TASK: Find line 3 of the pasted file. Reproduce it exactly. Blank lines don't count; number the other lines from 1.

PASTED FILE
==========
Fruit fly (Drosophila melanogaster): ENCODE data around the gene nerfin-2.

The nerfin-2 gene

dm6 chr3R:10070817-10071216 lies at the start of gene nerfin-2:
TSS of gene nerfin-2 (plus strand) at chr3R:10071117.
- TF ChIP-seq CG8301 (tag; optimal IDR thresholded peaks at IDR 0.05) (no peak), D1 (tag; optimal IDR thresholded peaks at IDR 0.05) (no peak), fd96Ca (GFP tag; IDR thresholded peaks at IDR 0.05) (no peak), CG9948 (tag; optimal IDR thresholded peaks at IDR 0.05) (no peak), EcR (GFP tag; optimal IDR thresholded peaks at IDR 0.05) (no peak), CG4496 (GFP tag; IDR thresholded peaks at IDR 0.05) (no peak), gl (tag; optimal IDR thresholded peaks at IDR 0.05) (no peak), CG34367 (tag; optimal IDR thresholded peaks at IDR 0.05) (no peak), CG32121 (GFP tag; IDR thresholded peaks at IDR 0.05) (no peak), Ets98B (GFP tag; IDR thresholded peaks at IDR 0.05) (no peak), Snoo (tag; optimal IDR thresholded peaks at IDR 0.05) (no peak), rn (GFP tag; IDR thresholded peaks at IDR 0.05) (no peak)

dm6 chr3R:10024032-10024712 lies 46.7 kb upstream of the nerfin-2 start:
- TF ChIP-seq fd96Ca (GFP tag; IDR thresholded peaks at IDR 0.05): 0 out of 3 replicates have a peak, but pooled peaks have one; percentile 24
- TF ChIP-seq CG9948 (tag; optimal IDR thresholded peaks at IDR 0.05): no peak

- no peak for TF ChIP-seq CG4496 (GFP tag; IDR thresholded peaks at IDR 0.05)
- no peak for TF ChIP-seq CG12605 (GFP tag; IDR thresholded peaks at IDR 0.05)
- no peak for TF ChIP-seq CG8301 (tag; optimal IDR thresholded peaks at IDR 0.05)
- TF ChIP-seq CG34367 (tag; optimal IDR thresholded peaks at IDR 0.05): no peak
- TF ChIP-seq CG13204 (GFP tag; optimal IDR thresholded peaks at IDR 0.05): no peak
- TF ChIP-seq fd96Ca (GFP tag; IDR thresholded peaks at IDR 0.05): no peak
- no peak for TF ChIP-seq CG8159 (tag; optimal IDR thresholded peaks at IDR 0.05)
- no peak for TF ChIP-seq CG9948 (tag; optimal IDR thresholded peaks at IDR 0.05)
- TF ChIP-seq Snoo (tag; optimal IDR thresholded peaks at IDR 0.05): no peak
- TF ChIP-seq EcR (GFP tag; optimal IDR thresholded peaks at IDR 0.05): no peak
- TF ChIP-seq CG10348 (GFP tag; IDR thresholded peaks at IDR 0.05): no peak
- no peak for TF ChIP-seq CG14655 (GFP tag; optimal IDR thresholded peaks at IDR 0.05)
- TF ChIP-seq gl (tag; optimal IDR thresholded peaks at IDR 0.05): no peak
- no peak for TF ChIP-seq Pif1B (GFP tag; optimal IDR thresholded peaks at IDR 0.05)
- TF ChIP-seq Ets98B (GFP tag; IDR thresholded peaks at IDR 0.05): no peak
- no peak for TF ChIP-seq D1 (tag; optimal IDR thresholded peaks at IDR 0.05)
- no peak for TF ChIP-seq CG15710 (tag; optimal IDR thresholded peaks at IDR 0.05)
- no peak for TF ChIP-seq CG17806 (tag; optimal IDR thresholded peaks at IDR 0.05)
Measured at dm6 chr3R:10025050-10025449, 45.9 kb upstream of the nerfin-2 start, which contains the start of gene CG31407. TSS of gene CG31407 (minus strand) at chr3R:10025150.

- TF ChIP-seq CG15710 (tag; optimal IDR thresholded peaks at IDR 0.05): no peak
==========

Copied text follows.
dm6 chr3R:10070817-10071216 lies at the start of gene nerfin-2: